E. Castellanos Ruiz, “Las normas de Derecho Internacional Privado sobre consumidores en la Ley 34/2002 de servicios de la sociedad de la información y de comercio electrónico”
Abstract: The rules of private law on consumers in Directive 2000/31 of 8 June 2000 on certain legal aspects of the information society, in particular electronic commerce in the Internal Market (Directive on e-commerce) and the Act transposing the Directive on the legal Spanish Law 34/2002 of July 11, services of information society and electronic commerce are very rare, and most have a “character clarification”. These rules of private international law clarificatory highlighted in the arts. 26 and 29 of the LSSI concerning the law applicable to electronic contracts and determining the place of conclusion of contracts online, respectively.
C. Llorente Gómez de Segura, “La ley aplicable al contrato de transporte internacional según el Reglamento Roma I”
Abstract: Contracts of carriage have received a specific legal treatment under the Rome I Regulation following a trend initiated by the Rome Convention. However, Rome I has not merely introduced cosmetic changes with respect to the Rome Convention but has produced new rules particularly, although not exclusively, regarding carriage of passengers. In addition, this article aims to be a reference guide for the analysis of the Rome I general rules in order to facilitate its application to contracts of carriage.
D. Moura Vicente, “Liberdades comunitárias e Direito Internacional Privado”
Abstract: The «unity in diversity» demanded by European integration requires a system of coordination of the laws of the Member-States which is compatible with the free movement of persons, goods, services and capitals within the European Community. In recent legislative acts of the Community, as well as in the case-law of the European Court of Justice, a trend can be noticed towards the adoption of rules concerning the law applicable to private international relationships exclusively connected with the European internal market or calling for a principle of mutual recognition in the regulation of those relationships. This papers aims at determining whether and in what measure this «Private International Law of the internal market», which seems to be on the rise, involves a change of paradigm, from the standpoint of the methods and solutions that it enshrines, when compared with the common conflict of laws rules.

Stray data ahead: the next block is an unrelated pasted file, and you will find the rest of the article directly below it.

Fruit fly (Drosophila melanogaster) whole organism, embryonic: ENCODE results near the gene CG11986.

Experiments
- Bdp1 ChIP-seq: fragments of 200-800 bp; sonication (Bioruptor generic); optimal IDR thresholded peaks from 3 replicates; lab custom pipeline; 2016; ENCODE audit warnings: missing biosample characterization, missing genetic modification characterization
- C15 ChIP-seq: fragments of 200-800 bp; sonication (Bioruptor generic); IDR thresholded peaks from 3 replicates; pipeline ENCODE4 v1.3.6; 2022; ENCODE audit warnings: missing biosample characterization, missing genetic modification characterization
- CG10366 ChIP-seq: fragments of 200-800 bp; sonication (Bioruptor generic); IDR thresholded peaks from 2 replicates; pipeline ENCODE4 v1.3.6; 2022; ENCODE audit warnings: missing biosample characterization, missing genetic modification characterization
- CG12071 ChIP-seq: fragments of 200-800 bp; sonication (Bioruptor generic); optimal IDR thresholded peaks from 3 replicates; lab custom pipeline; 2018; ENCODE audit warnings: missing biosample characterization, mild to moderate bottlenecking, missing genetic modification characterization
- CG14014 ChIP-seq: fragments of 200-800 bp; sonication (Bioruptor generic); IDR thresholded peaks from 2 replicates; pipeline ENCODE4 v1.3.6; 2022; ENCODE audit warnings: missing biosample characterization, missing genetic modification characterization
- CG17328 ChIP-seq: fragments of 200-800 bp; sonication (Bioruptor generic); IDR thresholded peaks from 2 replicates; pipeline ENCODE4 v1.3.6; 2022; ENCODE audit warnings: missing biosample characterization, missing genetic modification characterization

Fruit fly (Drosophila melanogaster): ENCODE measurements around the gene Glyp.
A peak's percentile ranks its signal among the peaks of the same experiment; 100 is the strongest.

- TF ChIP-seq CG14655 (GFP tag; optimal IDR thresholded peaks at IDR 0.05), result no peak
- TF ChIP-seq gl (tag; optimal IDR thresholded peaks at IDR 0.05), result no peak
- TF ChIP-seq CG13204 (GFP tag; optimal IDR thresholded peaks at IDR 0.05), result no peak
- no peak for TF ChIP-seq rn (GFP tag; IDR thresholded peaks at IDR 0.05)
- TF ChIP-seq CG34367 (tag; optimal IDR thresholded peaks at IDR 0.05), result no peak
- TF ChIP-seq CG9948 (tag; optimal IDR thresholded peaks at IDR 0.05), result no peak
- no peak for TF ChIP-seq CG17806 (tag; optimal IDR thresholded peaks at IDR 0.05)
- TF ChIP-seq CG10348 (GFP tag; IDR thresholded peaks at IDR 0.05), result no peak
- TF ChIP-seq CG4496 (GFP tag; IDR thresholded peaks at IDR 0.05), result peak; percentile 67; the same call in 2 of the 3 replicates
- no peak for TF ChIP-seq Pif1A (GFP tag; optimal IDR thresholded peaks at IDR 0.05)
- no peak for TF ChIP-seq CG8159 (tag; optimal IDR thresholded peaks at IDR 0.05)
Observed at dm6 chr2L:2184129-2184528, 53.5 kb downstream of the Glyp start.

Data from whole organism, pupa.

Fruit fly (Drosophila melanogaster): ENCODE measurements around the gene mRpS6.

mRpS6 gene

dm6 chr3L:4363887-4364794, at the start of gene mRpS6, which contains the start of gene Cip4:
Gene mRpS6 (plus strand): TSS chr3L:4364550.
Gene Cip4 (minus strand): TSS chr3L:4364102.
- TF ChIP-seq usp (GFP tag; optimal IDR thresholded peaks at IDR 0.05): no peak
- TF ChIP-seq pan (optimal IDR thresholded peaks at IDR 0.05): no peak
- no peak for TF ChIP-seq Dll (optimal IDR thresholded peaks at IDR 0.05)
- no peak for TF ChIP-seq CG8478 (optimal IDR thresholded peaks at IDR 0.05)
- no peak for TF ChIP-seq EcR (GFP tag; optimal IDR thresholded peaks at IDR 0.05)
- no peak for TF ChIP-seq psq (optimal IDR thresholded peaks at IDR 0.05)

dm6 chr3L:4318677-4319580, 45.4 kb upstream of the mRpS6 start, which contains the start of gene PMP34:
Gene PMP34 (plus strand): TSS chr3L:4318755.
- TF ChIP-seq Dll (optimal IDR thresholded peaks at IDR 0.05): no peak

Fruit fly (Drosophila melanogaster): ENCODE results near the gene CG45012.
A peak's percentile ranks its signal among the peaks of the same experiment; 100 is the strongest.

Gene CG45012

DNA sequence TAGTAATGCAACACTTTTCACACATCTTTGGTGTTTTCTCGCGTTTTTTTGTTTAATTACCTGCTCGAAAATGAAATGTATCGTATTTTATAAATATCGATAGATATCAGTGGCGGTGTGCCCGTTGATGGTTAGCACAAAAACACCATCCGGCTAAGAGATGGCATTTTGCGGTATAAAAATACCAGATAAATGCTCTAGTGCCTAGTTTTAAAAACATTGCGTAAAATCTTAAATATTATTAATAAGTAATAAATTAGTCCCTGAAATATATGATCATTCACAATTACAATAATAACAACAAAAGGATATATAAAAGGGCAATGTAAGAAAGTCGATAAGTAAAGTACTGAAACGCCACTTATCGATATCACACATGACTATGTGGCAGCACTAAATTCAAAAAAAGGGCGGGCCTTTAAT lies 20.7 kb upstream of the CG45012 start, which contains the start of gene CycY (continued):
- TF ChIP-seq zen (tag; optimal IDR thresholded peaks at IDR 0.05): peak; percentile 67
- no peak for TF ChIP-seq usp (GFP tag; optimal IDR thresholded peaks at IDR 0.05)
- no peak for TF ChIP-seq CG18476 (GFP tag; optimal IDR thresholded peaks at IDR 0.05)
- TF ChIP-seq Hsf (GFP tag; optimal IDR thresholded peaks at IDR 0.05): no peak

G. Pizzolante, “I contratti con i consumatori e la nuova disciplina comunitaria in materia di legge aplicabile alle obbligazioni contrattuali”